'Ireland is no country to have a disabled child,' says mother after 17-year battle for son's care

Assumpta Corry broke down in tears as she told how the family have struggled to care for Ben who also cannot speak
'Ireland is no country to have a disabled child,' says mother after 17-year battle for son's care

Assumpta Corry asked to speak to the judge as her 17-year-old son Ben Corry settled an action against the HSE over the circumstances of his birth at Portiuncula Hospital, Ballinasloe, Co. Galway. Picture: Collins Courts

"Ireland is no country to have a disabled child." 

These are the words of a mother who told a High Court judge she and her family has had to fight for even the most basic essentials for her son who has autism, ADHD, cognitive delay and behavioural issues.

Assumpta Corry broke down as she told Mr Justice Paul Coffey how for the last 17 years her family has struggled and a settlement of an action over the circumstances of her son Ben’s birth with a €4 million payout will mean her son can now get the care he needs.

The woman asked to speak to the judge as her 17-year-old son Ben Corry settled an action against the HSE over the circumstances of his birth at Portiuncula Hospital, Ballinasloe, Co. Galway. 

The settlement which includes the €4 million interim pay-out for the next five years is without admission of liability. When the case comes back before the courts in five years’ time, Mr Justice Paul Coffey was told any assessment will be based on a 50% basis.

Ben’s counsel, Dr John O’Mahony SC with Doireann O’Mahony BL instructed by Vincent Toher solicitors, told the court it was their case that during the delivery Ben was gasping for oxygen and he inhaled meconium which counsel said is a highly toxic substance.

'Challenging'

His mother, he said, thought her baby was dead as he looked flat and grey on delivery. Ben, counsel said, is an extraordinary child but the windows and doors at home have to be locked for his own safety. He said the “dedication of his parents is out of this world.” 

Counsel said it was one of the most challenging cases he had ever come across. Ms Corry broke down in tears as she told how the family have struggled to care for Ben who also cannot speak.

She said:

I have waited for 17 years for him to say Mum and Dad but he can’t say it.

She said it could not have been made harder for the family. She said she knew her son was not reaching his milestones and development and said she was told she should not compare a boy’s development to a girl’s development.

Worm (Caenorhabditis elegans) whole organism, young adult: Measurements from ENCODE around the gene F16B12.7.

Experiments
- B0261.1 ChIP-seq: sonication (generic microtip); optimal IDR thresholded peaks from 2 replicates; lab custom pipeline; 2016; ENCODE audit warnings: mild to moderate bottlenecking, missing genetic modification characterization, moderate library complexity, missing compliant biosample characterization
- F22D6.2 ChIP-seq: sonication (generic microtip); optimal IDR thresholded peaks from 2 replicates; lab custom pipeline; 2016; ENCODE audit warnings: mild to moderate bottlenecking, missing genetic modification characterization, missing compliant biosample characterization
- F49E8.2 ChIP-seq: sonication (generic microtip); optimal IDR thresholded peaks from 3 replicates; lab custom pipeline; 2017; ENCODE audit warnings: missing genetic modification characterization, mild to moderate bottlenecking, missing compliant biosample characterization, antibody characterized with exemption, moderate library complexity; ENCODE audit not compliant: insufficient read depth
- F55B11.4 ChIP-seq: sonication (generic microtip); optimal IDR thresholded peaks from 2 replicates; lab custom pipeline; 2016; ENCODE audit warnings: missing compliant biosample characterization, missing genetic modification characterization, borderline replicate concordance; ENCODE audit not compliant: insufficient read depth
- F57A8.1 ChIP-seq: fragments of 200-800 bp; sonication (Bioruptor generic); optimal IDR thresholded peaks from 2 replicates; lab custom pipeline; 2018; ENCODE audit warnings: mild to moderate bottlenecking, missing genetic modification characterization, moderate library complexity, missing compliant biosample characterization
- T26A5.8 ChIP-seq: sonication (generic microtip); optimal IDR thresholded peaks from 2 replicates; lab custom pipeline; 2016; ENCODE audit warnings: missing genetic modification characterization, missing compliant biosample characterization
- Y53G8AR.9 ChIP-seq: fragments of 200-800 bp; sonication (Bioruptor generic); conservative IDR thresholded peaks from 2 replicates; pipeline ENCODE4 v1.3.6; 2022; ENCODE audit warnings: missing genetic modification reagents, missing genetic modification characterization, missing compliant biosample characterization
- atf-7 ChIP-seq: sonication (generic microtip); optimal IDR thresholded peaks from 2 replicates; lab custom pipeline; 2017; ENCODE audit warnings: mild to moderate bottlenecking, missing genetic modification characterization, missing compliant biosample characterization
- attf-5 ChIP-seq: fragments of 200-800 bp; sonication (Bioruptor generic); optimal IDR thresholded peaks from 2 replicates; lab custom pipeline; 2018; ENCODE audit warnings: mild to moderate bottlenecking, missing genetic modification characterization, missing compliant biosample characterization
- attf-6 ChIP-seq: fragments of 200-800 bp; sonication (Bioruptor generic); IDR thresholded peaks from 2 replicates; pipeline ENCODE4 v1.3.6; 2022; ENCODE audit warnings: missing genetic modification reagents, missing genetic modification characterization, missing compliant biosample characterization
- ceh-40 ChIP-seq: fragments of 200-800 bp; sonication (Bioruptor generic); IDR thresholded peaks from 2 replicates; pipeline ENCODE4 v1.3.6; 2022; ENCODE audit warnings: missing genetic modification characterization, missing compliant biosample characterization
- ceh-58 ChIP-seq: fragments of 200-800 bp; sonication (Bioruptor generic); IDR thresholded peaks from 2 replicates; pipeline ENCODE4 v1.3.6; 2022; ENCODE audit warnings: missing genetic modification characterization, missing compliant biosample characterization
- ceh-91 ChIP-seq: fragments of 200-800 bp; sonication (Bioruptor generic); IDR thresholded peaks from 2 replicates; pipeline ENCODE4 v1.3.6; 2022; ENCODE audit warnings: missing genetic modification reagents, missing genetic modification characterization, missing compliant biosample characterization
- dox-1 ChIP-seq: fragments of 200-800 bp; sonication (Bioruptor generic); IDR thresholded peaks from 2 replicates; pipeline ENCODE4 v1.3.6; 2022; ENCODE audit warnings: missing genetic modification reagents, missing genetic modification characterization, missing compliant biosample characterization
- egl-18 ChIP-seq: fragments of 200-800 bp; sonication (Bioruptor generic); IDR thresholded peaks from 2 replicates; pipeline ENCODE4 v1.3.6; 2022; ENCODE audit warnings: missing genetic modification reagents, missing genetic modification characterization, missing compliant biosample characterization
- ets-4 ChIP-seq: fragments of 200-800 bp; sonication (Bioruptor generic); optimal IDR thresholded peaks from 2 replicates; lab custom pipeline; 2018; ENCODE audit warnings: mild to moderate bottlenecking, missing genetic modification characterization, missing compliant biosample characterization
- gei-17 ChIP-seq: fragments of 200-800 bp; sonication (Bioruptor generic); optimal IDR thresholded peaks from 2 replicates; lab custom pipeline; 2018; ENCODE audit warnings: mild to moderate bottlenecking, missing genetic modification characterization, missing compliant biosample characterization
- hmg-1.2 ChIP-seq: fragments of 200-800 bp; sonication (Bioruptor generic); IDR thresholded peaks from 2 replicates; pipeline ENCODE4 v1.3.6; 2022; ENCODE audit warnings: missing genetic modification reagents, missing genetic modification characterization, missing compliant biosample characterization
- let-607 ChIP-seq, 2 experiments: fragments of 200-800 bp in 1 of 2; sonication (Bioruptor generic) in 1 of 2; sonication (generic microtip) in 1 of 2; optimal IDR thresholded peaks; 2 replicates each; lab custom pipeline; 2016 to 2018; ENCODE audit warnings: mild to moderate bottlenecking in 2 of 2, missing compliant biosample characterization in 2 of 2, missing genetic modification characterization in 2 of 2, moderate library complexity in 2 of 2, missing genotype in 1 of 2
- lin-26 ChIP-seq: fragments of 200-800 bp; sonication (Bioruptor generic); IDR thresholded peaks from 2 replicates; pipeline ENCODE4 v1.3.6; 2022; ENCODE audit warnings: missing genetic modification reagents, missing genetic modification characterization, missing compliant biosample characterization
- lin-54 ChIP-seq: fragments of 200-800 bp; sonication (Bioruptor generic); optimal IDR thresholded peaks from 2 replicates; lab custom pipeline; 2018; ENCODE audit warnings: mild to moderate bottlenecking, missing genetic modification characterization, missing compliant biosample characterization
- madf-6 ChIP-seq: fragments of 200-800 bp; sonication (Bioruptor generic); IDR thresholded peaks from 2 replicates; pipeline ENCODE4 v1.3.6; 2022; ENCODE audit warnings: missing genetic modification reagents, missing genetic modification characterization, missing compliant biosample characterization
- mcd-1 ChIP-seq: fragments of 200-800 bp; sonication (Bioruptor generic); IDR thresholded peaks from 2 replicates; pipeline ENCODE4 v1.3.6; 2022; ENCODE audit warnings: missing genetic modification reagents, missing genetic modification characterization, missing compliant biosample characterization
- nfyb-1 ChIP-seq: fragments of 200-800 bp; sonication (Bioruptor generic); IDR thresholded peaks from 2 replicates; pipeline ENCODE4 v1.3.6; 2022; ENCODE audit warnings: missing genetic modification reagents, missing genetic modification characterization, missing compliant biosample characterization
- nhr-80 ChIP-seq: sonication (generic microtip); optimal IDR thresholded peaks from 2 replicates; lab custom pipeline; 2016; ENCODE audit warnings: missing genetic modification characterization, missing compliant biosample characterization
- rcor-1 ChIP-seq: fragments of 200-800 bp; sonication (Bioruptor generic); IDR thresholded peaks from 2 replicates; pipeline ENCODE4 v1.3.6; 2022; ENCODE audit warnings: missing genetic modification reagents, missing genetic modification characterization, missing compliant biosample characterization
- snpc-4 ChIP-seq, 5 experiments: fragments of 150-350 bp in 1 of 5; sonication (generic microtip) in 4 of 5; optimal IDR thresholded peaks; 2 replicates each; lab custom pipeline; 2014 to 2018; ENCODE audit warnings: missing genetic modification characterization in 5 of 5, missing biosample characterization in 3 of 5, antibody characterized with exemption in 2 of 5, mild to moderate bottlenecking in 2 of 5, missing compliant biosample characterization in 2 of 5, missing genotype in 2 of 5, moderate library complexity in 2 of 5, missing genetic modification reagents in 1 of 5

“I felt I was ignored, I knew something was wrong,” she said. ”I would die for my child but you have to fight so hard for the most basic supplies. We got no respite, nothing.” 

Her son, she said, has had to live “like a prisoner in his own house” as they have to keep the windows and doors locked.

“I would do anything for him. We are the only thing he has. We love Ben, he is our flesh and blood,” she told the judge, adding: 

I feel so sorry for anybody who has a disabled child in this country. 

Ms Corry said it is only when her legal team came on board that she felt that she was being heard.

Ben Corry (17) of Carn, Moyleen, Loughrea, Co. Galway, had through his mother Assumpta Corry sued the HSE over the circumstances of his birth at Portiuncula Hospital, Ballinasloe, Co. Galway, on September 8, 2005.

It was claimed the baby should have been delivered by Caesarean section but towards the end of labour, it was alleged the cord was intermittently compressed causing the baby hypoxia and a reflex gasping in the baby which allegedly drew meconium deep into his lungs.

The labour, it was claimed, was allegedly incompetently managed and it was also claimed there was an alleged failure to intervene and to proceed to a Caesarean section. The baby, it was claimed, was allegedly exposed to an unnecessarily prolonged and severe period of birth asphyxia.

The claims were denied. Approving the settlement, Mr Justice Paul Coffey said it was a very sad tragic case and he praised the parents for what they have done for their son.

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